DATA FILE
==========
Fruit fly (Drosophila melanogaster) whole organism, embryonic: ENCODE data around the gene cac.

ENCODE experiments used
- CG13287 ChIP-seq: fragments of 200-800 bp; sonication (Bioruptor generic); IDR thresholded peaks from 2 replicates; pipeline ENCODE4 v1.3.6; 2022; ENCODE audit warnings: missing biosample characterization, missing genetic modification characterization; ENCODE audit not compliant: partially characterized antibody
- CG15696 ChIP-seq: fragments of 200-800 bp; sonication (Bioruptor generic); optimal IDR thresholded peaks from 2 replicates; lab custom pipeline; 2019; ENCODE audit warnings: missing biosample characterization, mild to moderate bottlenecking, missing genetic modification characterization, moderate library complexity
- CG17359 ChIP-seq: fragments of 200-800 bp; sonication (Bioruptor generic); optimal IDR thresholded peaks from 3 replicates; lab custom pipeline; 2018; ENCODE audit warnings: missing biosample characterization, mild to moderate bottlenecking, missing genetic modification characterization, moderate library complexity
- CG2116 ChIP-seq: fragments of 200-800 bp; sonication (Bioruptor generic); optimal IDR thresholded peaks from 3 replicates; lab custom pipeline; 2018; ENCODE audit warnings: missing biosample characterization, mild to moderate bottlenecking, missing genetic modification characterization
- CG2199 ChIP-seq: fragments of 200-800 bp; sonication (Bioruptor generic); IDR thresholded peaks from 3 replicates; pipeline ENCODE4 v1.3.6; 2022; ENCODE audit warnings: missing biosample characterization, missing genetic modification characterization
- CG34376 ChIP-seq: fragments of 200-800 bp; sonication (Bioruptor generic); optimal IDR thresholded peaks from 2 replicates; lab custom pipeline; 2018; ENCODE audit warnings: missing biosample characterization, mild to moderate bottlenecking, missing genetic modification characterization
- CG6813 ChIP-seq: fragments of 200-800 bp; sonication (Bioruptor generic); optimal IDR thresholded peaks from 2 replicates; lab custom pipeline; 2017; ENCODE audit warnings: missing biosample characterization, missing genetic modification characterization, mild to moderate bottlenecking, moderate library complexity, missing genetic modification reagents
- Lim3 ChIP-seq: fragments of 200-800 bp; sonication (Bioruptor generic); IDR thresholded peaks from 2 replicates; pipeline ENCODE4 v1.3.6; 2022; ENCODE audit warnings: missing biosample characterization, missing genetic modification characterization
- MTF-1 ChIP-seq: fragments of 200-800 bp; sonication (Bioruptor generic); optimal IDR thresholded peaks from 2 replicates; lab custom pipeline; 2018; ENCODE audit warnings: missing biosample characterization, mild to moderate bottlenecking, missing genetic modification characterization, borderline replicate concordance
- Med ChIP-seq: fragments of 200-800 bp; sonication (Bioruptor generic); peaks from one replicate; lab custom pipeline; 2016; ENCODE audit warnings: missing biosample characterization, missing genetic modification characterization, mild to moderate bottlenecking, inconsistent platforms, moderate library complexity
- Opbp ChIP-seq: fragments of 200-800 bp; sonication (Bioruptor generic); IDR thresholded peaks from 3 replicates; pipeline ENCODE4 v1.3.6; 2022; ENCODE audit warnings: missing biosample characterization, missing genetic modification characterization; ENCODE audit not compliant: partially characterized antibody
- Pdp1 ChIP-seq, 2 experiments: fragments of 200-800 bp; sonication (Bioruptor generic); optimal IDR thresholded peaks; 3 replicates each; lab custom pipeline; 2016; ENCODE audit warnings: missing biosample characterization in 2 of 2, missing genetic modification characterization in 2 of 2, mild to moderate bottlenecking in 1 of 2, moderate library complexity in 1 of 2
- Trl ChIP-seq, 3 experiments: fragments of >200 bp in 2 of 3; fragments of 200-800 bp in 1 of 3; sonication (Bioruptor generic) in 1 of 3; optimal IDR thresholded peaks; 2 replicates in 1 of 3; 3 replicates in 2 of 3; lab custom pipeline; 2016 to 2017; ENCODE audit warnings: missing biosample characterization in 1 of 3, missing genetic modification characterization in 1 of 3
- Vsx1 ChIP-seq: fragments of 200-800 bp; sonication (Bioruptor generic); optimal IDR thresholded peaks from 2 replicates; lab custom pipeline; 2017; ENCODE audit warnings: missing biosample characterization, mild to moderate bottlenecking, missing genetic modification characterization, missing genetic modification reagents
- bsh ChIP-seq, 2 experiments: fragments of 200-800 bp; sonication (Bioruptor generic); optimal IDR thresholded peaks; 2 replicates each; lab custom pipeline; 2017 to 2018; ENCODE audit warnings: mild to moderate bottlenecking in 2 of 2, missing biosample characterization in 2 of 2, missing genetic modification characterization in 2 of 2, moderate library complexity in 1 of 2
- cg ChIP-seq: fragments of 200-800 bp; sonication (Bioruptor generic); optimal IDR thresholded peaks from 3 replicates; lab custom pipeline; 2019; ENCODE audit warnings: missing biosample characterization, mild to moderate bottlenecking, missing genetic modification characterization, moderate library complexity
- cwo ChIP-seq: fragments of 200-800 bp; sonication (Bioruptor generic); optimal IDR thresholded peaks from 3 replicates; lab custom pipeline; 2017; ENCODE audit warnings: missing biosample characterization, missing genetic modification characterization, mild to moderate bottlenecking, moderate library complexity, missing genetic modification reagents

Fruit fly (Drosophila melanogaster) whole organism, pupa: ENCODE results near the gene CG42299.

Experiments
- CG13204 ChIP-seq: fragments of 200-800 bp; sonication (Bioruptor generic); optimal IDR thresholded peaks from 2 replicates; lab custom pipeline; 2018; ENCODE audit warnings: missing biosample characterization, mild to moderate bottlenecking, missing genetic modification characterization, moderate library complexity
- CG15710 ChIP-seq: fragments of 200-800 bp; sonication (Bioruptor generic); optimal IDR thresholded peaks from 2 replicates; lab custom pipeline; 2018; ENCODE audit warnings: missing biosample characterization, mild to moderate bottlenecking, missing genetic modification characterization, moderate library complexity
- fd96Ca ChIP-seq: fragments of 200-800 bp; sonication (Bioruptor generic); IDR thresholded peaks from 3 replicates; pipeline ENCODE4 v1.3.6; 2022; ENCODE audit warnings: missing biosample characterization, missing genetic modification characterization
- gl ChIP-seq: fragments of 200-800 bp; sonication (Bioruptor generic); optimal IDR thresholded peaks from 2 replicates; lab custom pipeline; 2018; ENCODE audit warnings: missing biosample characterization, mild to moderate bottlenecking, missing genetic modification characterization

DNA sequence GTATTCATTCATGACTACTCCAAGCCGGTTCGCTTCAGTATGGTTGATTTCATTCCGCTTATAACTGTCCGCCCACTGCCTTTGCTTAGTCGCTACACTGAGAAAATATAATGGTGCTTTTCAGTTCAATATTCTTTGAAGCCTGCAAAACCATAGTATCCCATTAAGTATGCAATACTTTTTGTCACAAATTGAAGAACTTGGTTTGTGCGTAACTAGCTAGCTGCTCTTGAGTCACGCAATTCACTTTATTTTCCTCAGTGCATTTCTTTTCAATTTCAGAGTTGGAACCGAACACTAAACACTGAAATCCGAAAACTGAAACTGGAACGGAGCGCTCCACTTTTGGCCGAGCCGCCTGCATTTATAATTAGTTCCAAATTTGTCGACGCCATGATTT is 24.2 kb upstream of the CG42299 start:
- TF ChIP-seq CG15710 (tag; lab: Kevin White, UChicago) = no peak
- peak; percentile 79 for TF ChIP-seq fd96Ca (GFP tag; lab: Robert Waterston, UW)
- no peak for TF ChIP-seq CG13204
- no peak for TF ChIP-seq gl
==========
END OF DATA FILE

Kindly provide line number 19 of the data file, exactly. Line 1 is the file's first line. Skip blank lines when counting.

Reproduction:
- cwo ChIP-seq: fragments of 200-800 bp; sonication (Bioruptor generic); optimal IDR thresholded peaks from 3 replicates; lab custom pipeline; 2017; ENCODE audit warnings: missing biosample characterization, missing genetic modification characterization, mild to moderate bottlenecking, moderate library complexity, missing genetic modification reagents